When Adam Schiff’s fire starter brick of an impeachment report dropped on Tuesday, nothing incriminating against President Donald Trump or his administration was reported, but there was a bombshell in it.
Somehow, Adam Schiff got a hold of the metadata on Rep. Devin Nunes’s phone.
In a press conference Tuesday afternoon, Schiff declined to say when the committee had obtained the records, but given the Democrats’ repeated questions during the inquiry about administration officials who had worked with Nunes, such as former Intelligence Committee staffer (now National Security Council official) Kash Patel, it is likely the Democrats sought those records before or during the hearings.
The report cites media reports that Lev Parnas, an associate of Rudy Giuliani who has ben indicted on campaign finance charges, claimed that Nunes tried to meet with Ukrainians to “dig up dirt” on former Vice President Joe Biden. (Nunes had threatened to sue those media outlets, and did so on Tuesday, suing CNN for defamation; he does not appear to have been given an opportunity to answer the allegations in the report.)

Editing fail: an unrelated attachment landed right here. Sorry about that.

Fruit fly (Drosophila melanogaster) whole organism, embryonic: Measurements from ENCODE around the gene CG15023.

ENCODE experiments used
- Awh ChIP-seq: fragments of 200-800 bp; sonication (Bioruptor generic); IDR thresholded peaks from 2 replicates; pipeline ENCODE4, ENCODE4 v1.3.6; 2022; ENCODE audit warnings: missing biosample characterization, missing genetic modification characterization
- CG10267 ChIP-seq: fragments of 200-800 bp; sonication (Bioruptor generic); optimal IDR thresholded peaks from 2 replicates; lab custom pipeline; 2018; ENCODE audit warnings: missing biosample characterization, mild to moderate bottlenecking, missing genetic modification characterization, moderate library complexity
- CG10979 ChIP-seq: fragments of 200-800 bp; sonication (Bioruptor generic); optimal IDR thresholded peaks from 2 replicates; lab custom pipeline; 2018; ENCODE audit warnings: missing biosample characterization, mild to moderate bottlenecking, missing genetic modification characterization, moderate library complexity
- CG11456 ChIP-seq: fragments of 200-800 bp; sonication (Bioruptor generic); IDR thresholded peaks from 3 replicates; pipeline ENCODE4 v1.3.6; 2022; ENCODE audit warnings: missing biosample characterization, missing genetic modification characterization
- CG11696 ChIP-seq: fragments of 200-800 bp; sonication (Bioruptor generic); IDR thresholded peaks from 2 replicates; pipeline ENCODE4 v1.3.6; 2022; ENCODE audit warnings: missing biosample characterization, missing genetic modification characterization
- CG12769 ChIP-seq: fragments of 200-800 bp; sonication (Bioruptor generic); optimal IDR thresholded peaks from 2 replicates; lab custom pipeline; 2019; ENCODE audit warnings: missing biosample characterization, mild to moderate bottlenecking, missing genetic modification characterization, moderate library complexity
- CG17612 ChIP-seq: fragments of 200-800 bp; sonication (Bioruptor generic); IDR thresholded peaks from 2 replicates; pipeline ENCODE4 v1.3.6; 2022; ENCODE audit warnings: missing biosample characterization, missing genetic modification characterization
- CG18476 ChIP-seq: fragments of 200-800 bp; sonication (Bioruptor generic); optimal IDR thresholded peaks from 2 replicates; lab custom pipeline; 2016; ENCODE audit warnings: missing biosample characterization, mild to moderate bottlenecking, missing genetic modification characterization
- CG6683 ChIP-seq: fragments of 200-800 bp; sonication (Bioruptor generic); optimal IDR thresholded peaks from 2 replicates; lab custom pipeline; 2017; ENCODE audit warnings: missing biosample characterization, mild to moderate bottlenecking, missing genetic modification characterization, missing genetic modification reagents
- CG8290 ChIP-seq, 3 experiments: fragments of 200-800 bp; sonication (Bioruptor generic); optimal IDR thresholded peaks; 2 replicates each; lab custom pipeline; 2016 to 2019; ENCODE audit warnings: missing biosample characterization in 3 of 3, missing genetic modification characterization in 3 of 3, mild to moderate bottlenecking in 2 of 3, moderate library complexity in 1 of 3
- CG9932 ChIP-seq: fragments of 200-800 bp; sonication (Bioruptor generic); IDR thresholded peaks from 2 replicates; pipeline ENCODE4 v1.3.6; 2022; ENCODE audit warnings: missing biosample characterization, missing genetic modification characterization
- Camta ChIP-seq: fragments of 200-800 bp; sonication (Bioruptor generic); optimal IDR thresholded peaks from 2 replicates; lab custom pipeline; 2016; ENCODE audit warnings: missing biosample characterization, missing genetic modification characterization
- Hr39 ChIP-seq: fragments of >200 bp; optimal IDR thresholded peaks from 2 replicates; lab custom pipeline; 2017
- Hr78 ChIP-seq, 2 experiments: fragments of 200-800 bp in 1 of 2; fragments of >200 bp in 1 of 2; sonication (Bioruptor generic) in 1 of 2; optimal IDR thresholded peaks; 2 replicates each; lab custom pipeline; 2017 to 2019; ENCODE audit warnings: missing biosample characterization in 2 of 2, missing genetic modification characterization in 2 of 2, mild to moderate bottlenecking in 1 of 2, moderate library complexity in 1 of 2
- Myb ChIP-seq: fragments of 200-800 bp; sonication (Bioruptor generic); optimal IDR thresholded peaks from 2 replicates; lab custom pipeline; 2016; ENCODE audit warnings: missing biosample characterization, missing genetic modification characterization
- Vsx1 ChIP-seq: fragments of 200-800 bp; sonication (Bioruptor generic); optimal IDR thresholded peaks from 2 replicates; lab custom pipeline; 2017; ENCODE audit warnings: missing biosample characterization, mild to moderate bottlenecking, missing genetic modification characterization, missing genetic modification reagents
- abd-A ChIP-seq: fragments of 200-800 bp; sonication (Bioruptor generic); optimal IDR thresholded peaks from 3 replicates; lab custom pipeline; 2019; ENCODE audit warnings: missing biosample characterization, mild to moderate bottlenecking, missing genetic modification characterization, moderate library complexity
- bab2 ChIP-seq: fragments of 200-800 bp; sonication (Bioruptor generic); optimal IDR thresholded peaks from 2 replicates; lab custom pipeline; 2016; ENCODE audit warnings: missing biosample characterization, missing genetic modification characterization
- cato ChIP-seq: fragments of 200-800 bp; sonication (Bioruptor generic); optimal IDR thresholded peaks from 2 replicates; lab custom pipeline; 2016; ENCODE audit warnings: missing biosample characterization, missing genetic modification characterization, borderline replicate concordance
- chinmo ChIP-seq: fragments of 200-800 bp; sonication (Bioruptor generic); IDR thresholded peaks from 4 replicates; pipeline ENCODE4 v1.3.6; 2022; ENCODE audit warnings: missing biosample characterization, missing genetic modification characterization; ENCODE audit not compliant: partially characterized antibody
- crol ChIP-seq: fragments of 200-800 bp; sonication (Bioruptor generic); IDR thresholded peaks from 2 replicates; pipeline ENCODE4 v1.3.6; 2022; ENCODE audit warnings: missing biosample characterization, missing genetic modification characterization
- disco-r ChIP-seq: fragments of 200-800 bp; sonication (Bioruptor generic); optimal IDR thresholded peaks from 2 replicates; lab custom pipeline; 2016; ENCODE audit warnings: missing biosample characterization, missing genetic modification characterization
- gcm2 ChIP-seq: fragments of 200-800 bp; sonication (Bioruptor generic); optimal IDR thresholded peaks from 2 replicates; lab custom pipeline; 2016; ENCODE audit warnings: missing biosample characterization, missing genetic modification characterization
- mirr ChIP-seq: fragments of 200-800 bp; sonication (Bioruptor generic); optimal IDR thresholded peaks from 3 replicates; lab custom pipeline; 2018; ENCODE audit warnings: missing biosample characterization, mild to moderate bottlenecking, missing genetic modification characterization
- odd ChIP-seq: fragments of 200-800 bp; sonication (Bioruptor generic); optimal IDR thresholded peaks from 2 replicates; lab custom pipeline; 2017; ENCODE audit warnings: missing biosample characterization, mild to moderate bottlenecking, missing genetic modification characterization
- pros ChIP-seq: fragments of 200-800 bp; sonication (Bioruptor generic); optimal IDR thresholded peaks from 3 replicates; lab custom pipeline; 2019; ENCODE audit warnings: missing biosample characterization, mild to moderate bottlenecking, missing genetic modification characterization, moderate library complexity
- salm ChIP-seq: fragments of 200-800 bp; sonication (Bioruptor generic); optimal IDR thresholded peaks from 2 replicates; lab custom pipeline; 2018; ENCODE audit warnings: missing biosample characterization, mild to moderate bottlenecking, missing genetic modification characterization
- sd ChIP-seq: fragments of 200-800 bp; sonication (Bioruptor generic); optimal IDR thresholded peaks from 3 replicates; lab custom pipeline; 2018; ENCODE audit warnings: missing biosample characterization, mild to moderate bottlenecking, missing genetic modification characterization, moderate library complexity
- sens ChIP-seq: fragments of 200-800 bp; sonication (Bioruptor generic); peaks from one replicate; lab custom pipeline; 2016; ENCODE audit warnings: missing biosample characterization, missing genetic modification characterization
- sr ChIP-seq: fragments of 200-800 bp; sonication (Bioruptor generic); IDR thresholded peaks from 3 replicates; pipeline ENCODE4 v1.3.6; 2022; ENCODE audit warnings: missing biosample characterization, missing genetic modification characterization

Shifts report also cites “phone records” showing apparent conversations between Giuliani and Nunes, as well as Parnas and Nunes, in April 2019, around the time that then-U.S. Ambassador to Ukraine Marie Yovanovitch was criticized in the media. The report also cites records of phone calls between Giuliani and Nunes staffer Derek Harvey, as well as between Giuliani and Patel. The phone records were apparently obtained from AT&T, according to a footnote in the report.
Seriously, though, how did Schiff get them. Records like that are only available through a special sort of a warrant and are to be pulled for suspicions regarding national security, not political purposes. So, the question needs to be asked: how did the Intelligence Committee get such records?